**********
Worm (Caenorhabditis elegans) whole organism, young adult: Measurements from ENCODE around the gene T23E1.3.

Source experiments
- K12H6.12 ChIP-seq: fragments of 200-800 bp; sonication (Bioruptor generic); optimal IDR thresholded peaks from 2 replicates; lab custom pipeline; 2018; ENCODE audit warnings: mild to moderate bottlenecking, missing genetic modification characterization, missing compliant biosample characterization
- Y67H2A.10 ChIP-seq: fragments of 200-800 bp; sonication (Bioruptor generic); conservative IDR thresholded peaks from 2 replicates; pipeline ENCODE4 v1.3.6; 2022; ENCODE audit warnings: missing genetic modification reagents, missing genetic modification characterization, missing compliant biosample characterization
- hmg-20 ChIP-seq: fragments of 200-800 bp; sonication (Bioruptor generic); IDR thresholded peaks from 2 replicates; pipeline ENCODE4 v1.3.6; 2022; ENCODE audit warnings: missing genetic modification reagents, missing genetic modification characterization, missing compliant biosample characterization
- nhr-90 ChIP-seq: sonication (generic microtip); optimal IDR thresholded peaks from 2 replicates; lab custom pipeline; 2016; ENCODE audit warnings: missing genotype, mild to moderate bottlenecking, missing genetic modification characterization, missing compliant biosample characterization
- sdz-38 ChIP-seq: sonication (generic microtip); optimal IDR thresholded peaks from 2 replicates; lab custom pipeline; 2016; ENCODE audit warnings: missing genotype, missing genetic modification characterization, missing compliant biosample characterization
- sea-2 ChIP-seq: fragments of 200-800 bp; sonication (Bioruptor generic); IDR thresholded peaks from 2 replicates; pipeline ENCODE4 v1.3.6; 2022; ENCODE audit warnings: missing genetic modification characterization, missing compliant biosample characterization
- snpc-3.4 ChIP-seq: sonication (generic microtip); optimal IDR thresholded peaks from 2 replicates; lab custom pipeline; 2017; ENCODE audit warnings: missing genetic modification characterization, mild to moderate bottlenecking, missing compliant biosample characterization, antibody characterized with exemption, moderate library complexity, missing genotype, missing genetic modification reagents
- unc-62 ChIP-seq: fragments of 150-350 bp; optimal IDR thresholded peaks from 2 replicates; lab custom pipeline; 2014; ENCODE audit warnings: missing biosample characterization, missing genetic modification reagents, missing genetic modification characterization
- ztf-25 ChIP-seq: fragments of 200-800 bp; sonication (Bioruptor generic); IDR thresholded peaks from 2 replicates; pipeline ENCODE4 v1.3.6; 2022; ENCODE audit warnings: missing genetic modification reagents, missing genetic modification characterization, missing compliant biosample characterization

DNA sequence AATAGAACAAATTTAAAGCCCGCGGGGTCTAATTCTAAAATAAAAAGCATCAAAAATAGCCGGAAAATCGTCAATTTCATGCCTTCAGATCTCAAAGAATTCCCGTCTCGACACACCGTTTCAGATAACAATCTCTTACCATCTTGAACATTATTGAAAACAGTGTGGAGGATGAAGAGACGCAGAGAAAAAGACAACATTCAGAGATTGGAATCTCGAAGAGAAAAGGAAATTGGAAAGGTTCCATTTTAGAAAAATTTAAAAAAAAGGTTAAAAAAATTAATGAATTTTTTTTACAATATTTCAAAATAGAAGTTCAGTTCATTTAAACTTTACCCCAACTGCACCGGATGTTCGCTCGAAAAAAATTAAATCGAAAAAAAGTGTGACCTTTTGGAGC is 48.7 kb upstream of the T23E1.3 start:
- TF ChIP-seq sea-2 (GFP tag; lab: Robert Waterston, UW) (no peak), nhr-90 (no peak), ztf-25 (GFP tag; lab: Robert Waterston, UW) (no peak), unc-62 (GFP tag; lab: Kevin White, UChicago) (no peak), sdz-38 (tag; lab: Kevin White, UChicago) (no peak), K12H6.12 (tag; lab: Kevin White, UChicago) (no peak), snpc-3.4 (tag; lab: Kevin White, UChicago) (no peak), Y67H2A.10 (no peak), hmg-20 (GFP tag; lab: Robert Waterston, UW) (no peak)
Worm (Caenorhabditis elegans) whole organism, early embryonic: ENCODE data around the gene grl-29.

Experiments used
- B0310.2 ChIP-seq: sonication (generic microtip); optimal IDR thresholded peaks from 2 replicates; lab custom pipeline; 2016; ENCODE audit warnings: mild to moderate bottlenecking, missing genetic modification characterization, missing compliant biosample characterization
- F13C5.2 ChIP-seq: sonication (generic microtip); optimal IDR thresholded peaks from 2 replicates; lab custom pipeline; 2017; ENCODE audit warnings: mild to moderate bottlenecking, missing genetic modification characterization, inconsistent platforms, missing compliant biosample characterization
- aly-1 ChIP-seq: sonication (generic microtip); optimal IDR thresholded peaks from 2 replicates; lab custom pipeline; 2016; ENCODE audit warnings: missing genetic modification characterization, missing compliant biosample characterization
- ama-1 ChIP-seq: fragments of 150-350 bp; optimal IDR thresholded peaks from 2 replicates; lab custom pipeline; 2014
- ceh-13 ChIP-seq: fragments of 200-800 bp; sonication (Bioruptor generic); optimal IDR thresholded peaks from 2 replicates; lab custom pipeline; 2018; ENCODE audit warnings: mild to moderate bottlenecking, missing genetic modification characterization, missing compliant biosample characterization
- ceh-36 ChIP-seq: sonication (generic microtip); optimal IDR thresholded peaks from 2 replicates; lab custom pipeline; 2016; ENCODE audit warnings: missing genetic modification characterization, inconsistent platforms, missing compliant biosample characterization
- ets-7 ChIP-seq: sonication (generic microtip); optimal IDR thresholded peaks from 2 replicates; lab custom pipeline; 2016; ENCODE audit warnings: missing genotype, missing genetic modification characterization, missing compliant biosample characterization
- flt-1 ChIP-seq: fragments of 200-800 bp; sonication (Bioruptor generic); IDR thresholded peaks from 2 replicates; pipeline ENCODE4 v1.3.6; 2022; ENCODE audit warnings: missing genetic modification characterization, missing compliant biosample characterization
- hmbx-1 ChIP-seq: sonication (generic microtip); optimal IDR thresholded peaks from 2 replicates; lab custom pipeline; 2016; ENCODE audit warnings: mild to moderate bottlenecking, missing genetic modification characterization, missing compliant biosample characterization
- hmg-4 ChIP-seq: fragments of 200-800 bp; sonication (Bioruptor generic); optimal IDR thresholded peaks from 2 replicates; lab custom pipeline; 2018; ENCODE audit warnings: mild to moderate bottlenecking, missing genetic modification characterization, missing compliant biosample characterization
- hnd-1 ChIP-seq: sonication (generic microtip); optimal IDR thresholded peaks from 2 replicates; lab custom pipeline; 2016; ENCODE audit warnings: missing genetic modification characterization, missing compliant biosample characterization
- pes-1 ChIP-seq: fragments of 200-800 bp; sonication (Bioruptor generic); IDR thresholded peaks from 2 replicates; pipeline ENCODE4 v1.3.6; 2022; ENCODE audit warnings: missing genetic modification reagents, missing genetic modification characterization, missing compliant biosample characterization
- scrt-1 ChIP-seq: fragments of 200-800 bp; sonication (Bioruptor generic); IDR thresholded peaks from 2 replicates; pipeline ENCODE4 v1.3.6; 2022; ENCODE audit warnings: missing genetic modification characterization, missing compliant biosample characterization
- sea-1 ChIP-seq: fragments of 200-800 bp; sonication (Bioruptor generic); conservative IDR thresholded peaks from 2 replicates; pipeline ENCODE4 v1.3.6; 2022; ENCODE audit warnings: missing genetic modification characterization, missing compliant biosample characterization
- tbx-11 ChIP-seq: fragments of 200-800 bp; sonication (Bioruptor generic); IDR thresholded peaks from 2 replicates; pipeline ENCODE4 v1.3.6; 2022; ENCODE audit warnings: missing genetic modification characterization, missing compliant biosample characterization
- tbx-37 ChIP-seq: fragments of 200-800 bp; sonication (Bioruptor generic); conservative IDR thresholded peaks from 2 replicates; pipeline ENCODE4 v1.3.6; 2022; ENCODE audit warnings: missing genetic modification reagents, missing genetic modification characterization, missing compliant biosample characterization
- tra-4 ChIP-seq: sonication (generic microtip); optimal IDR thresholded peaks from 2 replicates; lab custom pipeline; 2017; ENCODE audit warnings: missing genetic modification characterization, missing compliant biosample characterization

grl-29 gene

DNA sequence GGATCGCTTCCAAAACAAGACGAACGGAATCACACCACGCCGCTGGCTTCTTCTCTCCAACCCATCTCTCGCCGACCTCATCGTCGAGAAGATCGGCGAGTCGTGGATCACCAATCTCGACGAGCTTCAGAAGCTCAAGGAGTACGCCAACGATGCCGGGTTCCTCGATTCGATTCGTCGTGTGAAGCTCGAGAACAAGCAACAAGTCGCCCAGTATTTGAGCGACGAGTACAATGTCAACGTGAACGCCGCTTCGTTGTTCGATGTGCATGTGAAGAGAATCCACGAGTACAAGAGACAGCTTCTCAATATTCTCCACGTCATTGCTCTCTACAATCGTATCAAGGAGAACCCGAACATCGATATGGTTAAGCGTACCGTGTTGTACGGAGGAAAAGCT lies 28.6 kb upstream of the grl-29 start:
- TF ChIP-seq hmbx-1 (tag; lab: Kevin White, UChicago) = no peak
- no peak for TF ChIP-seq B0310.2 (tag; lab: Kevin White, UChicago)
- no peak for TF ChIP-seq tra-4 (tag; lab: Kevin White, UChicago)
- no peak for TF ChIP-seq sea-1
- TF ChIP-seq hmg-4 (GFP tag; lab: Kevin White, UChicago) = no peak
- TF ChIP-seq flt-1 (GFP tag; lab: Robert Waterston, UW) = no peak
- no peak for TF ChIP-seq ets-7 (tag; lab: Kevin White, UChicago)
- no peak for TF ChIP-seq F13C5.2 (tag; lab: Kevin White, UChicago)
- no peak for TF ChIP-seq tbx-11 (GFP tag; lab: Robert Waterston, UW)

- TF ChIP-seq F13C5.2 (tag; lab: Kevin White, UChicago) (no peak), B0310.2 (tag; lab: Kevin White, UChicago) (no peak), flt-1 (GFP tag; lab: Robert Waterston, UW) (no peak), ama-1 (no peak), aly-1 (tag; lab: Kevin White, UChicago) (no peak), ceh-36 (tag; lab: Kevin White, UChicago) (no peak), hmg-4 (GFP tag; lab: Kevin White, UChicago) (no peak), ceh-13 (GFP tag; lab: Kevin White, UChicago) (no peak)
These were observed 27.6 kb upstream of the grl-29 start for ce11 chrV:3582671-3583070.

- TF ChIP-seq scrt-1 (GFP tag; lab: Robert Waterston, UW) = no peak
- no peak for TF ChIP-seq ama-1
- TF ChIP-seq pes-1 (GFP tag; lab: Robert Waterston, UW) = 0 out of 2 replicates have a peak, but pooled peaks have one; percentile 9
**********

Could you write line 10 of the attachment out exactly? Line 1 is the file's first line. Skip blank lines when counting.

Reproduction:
- unc-62 ChIP-seq: fragments of 150-350 bp; optimal IDR thresholded peaks from 2 replicates; lab custom pipeline; 2014; ENCODE audit warnings: missing biosample characterization, missing genetic modification reagents, missing genetic modification characterization